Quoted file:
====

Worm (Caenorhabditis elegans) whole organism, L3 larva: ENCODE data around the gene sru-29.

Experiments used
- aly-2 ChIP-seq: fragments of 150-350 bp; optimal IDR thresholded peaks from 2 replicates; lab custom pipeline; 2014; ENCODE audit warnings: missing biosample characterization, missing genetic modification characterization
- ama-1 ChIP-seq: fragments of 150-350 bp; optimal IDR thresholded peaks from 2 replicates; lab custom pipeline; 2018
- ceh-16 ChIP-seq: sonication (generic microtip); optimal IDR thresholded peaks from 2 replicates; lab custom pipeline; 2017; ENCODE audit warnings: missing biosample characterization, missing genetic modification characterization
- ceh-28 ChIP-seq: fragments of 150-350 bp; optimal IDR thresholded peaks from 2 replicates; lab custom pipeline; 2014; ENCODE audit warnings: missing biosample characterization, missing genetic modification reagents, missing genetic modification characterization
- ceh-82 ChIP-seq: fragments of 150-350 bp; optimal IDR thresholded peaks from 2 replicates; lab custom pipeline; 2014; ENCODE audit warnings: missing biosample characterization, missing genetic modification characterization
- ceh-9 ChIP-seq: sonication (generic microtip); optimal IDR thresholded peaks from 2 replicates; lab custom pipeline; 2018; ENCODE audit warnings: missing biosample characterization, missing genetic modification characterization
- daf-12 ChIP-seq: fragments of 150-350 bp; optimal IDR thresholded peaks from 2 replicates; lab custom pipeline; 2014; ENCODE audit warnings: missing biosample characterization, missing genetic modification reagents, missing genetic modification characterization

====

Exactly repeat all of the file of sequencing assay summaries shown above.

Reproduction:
Worm (Caenorhabditis elegans) whole organism, L3 larva: ENCODE data around the gene sru-29.

Experiments used
- aly-2 ChIP-seq: fragments of 150-350 bp; optimal IDR thresholded peaks from 2 replicates; lab custom pipeline; 2014; ENCODE audit warnings: missing biosample characterization, missing genetic modification characterization
- ama-1 ChIP-seq: fragments of 150-350 bp; optimal IDR thresholded peaks from 2 replicates; lab custom pipeline; 2018
- ceh-16 ChIP-seq: sonication (generic microtip); optimal IDR thresholded peaks from 2 replicates; lab custom pipeline; 2017; ENCODE audit warnings: missing biosample characterization, missing genetic modification characterization
- ceh-28 ChIP-seq: fragments of 150-350 bp; optimal IDR thresholded peaks from 2 replicates; lab custom pipeline; 2014; ENCODE audit warnings: missing biosample characterization, missing genetic modification reagents, missing genetic modification characterization
- ceh-82 ChIP-seq: fragments of 150-350 bp; optimal IDR thresholded peaks from 2 replicates; lab custom pipeline; 2014; ENCODE audit warnings: missing biosample characterization, missing genetic modification characterization
- ceh-9 ChIP-seq: sonication (generic microtip); optimal IDR thresholded peaks from 2 replicates; lab custom pipeline; 2018; ENCODE audit warnings: missing biosample characterization, missing genetic modification characterization
- daf-12 ChIP-seq: fragments of 150-350 bp; optimal IDR thresholded peaks from 2 replicates; lab custom pipeline; 2014; ENCODE audit warnings: missing biosample characterization, missing genetic modification reagents, missing genetic modification characterization